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MEDIEVAL-RELIGION  June 2012

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Subject:

Fw: TMR 12.06.02 Wallace, Strong Women (Rosenthal)

From:

Rosemary Hayes-Milligan and Andrew Milligan <[log in to unmask]>

Reply-To:

medieval-religion - Scholarly discussions of medieval religious culture <[log in to unmask]>

Date:

Thu, 7 Jun 2012 11:30:43 +0100

Content-Type:

text/plain

Parts/Attachments:

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medieval-religion: Scholarly discussions of medieval religion and culture

Another of interest to this list?

Rosemary Hayes
----- Original Message ----- 
From: "The Medieval Review" <[log in to unmask]>
To: <[log in to unmask]>
Sent: Tuesday, June 05, 2012 2:28 PM
Subject: TMR 12.06.02 Wallace, Strong Women (Rosenthal)


> Wallace, David.  <i>Strong Women: Life, Text, and Territory, 1347-
> 1645</i>. Oxford: Oxford University Press, 2011.  Pp. xxxi, 288. $55.
> ISBN: 978-0-19-954171-3.
>
>   Reviewed by Joel T. Rosenthal
>        State University of New York at Stony Brook (emeritus)
>        [log in to unmask]
>
>
> In this dazzling display of erudition David Wallace has amplified his
> 2007 Clarendon Lectures and in doing so has provided us with a
> fascinating and thought-provoking "compare and contrast" study of four
> women of deep religious conviction and practice.  They are presented
> in two pairings: two women of the later Middle Ages (Dorothea of
> Montau, 1347-1394 and Margery Kempe of Lynne, c. 1373-c. 1440) and two
> Catholic women of the Counter-Reformation who began life in Protestant
> England (Mary Ward of Yorkshire, 1585-1645 and Elizabeth Cary of Drury
> Lane, 1585-1639).  All four shared a conviction--worked out in varying
> ways--that a life dedicated to spirituality was <i>the</i> life to
> live in God's world and under Christ's blessings and mandates, no
> matter how awkward or difficult or even dangerous this might prove to
> be.  They chose, or found themselves on, very difficult paths for
> their pilgrimages (undertaken both literally and metaphorically).
> Furthermore, each woman's pathway is "alive" for us today because a
> contemporary either wrote for them (as with Margery's dictated
> autobiography) or about them (as in the life written by her cloistered
> daughters to give us the tale of Elizabeth Cary); contemporary scribal
> practice and modern scholarship and reader-reception both come in for
> kudos on this score.  Furthermore, not least among their similarities,
> each was only set free to follow the rocky road to her Jerusalem upon
> the death of a key male figure whom they saw as an impediment, a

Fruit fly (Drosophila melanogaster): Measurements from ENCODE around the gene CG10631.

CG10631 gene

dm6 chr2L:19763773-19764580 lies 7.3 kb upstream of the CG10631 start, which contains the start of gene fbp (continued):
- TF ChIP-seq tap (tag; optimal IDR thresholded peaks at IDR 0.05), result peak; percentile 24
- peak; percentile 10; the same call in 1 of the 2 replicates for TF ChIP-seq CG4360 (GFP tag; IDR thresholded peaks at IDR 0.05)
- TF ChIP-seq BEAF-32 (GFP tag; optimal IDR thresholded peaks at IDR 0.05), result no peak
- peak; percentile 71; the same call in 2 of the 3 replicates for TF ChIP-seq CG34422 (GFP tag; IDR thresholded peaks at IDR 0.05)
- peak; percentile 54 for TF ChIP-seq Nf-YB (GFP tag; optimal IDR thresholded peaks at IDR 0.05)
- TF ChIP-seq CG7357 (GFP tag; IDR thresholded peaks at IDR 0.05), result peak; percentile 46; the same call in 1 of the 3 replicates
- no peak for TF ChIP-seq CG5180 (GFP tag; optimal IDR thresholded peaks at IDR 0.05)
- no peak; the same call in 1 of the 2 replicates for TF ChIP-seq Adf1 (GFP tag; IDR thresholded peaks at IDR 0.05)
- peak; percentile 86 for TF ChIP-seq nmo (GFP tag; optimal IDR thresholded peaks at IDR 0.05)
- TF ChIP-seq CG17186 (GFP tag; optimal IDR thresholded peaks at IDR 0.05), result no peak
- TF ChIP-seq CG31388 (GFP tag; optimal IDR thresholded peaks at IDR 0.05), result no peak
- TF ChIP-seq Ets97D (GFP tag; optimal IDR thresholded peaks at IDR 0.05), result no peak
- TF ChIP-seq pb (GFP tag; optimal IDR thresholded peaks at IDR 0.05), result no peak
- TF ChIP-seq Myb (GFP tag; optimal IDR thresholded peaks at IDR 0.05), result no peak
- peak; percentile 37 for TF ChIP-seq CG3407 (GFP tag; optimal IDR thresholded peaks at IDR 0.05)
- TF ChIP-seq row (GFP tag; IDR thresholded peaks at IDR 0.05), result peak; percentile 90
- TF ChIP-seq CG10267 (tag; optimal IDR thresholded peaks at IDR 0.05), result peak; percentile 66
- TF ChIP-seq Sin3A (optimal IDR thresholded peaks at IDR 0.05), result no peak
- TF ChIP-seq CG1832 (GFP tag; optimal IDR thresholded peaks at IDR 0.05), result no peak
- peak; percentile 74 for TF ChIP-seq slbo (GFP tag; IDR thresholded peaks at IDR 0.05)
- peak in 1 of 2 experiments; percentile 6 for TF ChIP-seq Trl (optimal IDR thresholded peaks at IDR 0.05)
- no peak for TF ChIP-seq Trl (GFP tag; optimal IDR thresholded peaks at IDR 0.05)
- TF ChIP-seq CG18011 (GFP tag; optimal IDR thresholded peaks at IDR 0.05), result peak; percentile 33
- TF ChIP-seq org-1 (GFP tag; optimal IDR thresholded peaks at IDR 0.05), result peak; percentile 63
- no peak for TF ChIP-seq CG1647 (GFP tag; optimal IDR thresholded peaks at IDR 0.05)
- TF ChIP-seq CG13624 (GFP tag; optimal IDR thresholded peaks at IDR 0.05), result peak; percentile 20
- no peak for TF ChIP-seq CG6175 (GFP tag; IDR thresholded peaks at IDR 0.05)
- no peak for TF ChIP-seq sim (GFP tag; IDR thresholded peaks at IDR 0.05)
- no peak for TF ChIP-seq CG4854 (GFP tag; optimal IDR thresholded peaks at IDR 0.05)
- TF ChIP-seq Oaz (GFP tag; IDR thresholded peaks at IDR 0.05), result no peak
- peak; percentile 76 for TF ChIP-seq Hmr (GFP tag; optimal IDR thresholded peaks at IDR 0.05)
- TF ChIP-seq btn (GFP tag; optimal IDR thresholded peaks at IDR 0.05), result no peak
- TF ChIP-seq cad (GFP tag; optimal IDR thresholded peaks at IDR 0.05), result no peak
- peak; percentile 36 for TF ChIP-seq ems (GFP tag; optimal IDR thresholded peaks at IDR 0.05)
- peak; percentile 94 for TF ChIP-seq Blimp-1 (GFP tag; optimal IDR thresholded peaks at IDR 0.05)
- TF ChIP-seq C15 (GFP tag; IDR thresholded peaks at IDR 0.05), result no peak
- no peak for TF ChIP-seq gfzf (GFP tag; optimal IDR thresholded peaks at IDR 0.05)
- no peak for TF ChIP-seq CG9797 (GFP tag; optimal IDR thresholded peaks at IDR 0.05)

> roadblock to the quest for spiritual autonomy; a father and then a
> husband who beat her, for Dorothea, bemused husbands for the others.
> Each of Wallace's four women--with one chapter per heroine--had to
> fight the obstacles of male-oriented authority, of hierarchies and
> social structures that cast an unsympathetic eye on the pursuit of
> individualized, feminine spirituality.  In a less sympathetic
> phrasing, we can say that we have four religious cranks who would not
> back down, living though they were in a world where most found the
> accepted boundaries of religious practice and enthusiasm quite
> adequate for their spiritual aspirations and where women who pushed
> the boundaries, let alone crossed them, were all the more suspect.
>
> Wallace sets Dorothea of Montau's quest for spiritual expression and
> uneasy peace into the context of the <i>Drang nach Ostend</i> that
> brought people of Germany, such as her father, out to that border (or
> liminal) realm of what is now Poland, then being settled by the
> Teutonic Knights.  Dorothea, child of a mother whose fingers were
> deformed from her constant resort to her rosary, began from age seven
> to inflict punishment upon her own body.  In her desire to mortify her
> flesh--the "willing submission to physical pain twinned with willing
> application of it" (8)--we have the litany of the hair shirt, the log
> pillow, the hurlings to the ground, semi-starvation, needles in the
> feet, burns from boiling water, and other ways of identifying with the
> crucified savior.  Being enclosed in an anchorite's cell was, no
> doubt, just the logical extension of an unending search for a humility
> that reached "self-obliteration;" Dorothea found this solace in
> enclosure at Marienwerder.  We know of this painful life because
> Father Johannes Marienwerder became her spiritual historian and has
> left us a <i>vita</i> that both chronicles her spiritual journey and
> offered the material for a canonization campaign that began shortly
> after her death in 1394 and that finally came to fruition in 1976
> (Paul VI).  Given the presence of Hussite heretics and of newly-
> Christianized folk in what was very much a frontier world, a local
> saint who was almost a martyr, almost a recreated virgin recluse
> (despite nine children), and a local girl, might have been an
> attractive hammer against the Church's enemies.  Instead, Dorothea's
> cult was suppressed in 1544 and it really not until such as George
> Eliot (with <i>Middlemarch</i> reflecting aspects of her story)
> rediscovered her that her cause (for canonization) gained some of its
> long-lost momentum.  In more recent times the image of Dorothea as a
> beacon of east-oriented Germanization has had a sinister side, as we
> might imagine, though today we also focus on her life as a feminist
> engaged in her own version of a search for a life course.  The irony
> is that we know of Dorothea's painful odyssey through the account of a
> priest, an "author [who] was keen to desexualize his candidate saint"
> and to make her a role model who conformed to masculinized agenda.
>
> Margery Kempe is certainly the most familiar of Wallace's strong
> women, at least to the Anglophone world.  Wallace begins this chapter
> by discussing how Margery's tale became accessible to modern readers.
> As he presents it it is very much a tale of the 1930s, with the
> decade's focus on women's consciousness (thanks to Virginia Woolf)
> matched perhaps by its concern for <i>hysteria</i> and <i>neurosis</i>
> (credit Freud for this).  As the Teutonic knights had "controlled
> Dorothea's textual afterlife" (62), so Margery's fate and fame rested
> on the labors of her 15th century scribe and on the modern scholarly
> labors of Hope Emily Allen, William Butler-Bowdon, and Sanford Meech
> (though more credit should go to Ruth Meech).  And as Dorothea could